Title insurance is growing in popularity in Canada, but what is it exactly? Should you get it? Do you need it? Whether title insurance is right for you or not, is something you should discuss with your lawyer as it depends on the circumstances of your transaction.
Here is some background information about title insurance to help you make an informed decision.
Title to Property
Title is the legal term for ownership of property. Buyers want “good and marketable” title to a property-good title means appropriate for the buyer’s purposes; marketable title means title the buyer can convey to someone else. Prior to closing, public records are “searched” to determine the previous ownership of the property, as well as prior dealings related to it. The search might reveal, for example, existing mortgages, liens for outstanding taxes, utility charges, etc. registered against the property. At closing the buyer expects property that is free of such claims. Normally they must be cleared up before closing. For example, the seller’s mortgage will be discharged and monetary expenses such as taxes and utility charges will be paid or adjusted at closing.
Sometimes problems (or defects) regarding title are not discovered before closing or are not remedied before closing. Such defects can make the property less marketable when the buyer subsequently sells and depending on the nature of the problem, can also cost money to remedy. For example, the survey might have failed to show that a dock and boathouse built on a river adjoining a vacation property was built without permission. The buyer of the property might have been conveyed to a previous owner fraudulently, in which case there is the risk that the real owner may come forward at some point and demand their rights with respect to the property.
Who is Protected With Title Insurance?
Title insurance policies can be issued in favour of a purchaser (on new/resale homes, condos, and vacation properties), a lender, or both the purchaser and lender. Lenders will sometimes require title insurance as a condition of making the loan. Title insurance protects purchasers and/or lenders against loss or damage sustained if a claim that is covered under the terms the policy is made.
Types of risks that are usually covered under a title insurance policy include: survey irregularities, forced removal of existing structures, claims due to fraud, forger or duress, unregistered easements and rights of way, lack of pedestrian or vehicular access to the property, work orders, zoning and set back not-compliance or deficiencies, etc. For a risk to be covered, it generally has to have existed as of the date of the policy. Certain types of risks might not be covered. For example, native land claims and environmental hazards are normally excluded. Be sure to discuss with your lawyer which risks are covered and which are excluded.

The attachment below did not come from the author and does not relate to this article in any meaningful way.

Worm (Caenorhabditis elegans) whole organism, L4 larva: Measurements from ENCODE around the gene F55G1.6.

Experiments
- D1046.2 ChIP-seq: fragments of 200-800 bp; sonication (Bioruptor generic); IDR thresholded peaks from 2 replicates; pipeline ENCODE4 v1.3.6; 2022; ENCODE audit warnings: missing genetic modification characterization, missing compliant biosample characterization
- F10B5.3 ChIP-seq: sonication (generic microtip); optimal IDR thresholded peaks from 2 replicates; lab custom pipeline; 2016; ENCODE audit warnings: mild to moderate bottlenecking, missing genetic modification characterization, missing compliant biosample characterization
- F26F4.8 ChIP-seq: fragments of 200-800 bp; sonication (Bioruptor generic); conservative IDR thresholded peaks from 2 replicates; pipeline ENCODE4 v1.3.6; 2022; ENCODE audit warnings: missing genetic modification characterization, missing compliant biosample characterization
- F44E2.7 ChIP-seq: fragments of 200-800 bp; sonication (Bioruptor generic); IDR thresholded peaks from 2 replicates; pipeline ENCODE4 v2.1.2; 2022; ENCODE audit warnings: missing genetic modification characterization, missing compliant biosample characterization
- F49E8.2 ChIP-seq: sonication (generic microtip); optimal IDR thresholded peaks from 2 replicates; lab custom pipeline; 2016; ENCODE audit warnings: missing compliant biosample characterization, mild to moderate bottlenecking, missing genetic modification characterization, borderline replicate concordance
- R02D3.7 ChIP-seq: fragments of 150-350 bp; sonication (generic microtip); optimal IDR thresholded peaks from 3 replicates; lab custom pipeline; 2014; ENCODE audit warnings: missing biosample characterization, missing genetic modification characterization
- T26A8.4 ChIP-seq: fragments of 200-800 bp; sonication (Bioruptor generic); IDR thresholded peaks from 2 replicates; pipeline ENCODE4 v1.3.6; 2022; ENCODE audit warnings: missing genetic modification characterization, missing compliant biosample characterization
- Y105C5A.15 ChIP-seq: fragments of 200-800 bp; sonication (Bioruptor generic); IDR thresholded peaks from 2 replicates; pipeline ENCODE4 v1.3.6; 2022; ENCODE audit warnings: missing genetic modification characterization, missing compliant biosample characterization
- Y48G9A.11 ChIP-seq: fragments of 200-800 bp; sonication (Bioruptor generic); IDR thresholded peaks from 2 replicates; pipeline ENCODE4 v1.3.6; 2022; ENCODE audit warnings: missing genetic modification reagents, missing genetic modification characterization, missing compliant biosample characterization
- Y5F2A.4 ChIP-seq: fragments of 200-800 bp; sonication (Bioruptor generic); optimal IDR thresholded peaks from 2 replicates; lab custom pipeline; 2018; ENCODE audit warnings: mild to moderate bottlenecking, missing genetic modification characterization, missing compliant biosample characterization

The insured purchaser is indemnified for actual loss or damage sustained up to the amount of the policy, which is based on the purchase price. Some policies have inflation coverage, which means
that if the fair market value of the property increases, the policy amount will also increase (up to a set maximum).
How Long is the Insurance Coverage?
In the case of title insurance covering the purchaser, title insurance remains in effect as long as the insured purchaser has title to the land. Some policies also protect those who received title as a result of the purchaser’s death or certain family members ( spouse, or children) to whom the property may have been transferred for a nominal consideration.
In the case of title insurance covering a lender, the policy remains in effect as long as the mortgage remains on title. A lender, the policy remains in effect as long as the mortgage remains on title. A lender covered under a title insurance policy is insured in the event the lender realized on its security and suffers actual loss or damage with respect to a risk covered under the policy. Lenders are usually covered up to the principal amount of the mortgage.
The premium for title insurance is paid once (at the time of purchase). Generally speaking, in Canada the purchaser of the property pays for the title insurance, though there can be situations where the seller pays for it. Some policies automatically cover both the purchaser and lender; others will cover both for a small additional fee.
Protection and Peace of Mind
Title insurance can help ensure that a closing is not delayed due to defects in title. If an issue relating to title arises with respect to a risk covered under the policy, the title insurance covers the legal fees and expenses associated with defending the insured’s title and pays int the event of loss.